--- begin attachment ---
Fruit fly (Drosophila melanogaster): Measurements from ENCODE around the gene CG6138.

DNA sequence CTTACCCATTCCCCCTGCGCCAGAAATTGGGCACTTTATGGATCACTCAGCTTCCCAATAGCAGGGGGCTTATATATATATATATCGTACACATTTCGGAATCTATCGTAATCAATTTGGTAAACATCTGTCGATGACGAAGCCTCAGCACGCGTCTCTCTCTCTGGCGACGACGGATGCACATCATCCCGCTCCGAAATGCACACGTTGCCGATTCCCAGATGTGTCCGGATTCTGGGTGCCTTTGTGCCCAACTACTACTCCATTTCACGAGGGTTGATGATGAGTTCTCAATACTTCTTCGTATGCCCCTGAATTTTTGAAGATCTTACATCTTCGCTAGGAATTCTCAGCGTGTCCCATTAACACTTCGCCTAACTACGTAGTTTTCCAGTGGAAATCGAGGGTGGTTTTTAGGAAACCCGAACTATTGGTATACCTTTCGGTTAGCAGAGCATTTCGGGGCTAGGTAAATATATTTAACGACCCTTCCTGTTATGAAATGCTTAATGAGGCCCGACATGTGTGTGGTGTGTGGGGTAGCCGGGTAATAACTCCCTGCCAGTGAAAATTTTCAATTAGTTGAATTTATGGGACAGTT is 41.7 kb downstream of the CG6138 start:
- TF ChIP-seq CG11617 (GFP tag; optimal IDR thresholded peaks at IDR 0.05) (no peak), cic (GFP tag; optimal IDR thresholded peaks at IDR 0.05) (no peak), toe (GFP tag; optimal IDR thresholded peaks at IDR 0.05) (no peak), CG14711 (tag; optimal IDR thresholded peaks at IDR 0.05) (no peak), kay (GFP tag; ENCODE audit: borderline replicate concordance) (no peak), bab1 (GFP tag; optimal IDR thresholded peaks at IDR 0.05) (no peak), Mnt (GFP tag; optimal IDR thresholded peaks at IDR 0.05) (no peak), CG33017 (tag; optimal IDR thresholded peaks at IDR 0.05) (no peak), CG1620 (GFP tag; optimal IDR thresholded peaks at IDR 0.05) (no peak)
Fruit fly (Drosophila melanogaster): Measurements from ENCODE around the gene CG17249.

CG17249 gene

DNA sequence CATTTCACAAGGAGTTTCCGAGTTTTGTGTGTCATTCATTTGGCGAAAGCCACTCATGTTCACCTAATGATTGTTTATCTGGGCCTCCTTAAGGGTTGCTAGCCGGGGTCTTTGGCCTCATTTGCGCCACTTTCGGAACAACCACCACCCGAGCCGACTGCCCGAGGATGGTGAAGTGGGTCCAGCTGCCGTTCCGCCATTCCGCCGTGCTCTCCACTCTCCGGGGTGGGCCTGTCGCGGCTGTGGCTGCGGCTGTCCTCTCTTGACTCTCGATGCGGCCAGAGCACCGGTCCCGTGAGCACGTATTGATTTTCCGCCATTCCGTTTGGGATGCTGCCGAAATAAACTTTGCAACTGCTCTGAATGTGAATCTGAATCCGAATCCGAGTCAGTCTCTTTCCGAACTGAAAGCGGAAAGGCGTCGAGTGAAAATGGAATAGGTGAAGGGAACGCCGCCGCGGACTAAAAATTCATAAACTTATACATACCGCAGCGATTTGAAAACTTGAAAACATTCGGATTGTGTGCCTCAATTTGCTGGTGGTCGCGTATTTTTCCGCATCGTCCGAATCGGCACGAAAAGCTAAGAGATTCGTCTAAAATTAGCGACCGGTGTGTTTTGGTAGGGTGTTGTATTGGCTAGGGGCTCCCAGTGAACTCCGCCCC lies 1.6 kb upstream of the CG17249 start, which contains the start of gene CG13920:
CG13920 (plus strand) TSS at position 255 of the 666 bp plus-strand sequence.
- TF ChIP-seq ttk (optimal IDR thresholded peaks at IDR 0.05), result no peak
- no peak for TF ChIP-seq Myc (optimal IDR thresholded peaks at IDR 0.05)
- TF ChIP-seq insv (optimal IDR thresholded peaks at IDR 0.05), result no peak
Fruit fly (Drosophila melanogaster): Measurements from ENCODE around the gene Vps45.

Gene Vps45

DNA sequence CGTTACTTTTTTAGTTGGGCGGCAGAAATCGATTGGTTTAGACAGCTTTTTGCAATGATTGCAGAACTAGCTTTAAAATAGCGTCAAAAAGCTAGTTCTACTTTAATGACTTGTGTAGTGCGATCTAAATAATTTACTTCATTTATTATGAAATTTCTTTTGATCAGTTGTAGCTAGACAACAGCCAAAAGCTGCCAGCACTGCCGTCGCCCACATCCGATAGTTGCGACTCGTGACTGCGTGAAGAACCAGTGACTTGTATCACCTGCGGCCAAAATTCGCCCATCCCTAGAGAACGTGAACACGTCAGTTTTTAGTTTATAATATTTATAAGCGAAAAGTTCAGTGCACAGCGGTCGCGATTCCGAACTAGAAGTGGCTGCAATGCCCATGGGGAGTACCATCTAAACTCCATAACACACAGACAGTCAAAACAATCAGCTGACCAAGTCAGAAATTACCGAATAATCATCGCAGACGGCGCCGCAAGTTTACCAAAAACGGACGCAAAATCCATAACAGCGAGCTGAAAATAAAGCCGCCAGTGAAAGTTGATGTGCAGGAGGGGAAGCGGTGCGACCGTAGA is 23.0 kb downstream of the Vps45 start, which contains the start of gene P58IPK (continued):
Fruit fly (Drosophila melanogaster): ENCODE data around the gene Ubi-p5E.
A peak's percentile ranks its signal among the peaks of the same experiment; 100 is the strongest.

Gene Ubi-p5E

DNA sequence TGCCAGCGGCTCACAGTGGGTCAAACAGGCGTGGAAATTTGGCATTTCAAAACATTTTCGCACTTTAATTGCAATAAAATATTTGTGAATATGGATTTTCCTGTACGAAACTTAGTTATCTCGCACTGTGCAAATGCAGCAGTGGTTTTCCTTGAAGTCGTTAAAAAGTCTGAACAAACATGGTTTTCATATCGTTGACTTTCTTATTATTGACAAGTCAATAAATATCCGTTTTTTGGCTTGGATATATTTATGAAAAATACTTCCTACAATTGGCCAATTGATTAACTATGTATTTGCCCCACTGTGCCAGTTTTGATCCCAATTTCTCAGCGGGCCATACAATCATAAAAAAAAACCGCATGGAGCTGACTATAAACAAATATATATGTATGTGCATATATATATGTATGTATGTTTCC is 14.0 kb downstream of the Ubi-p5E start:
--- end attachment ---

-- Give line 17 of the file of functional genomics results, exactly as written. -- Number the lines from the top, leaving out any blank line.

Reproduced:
DNA sequence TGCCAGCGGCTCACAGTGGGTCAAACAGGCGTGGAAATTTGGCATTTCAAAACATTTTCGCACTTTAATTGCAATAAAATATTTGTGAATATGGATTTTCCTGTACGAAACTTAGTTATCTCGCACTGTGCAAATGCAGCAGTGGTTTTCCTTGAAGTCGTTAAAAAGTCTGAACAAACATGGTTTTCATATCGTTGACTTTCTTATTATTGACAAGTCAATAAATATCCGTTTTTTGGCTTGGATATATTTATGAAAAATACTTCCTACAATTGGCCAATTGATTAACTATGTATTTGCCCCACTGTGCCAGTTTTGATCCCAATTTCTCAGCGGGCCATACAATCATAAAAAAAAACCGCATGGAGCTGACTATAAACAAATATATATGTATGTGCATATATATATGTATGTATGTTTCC is 14.0 kb downstream of the Ubi-p5E start: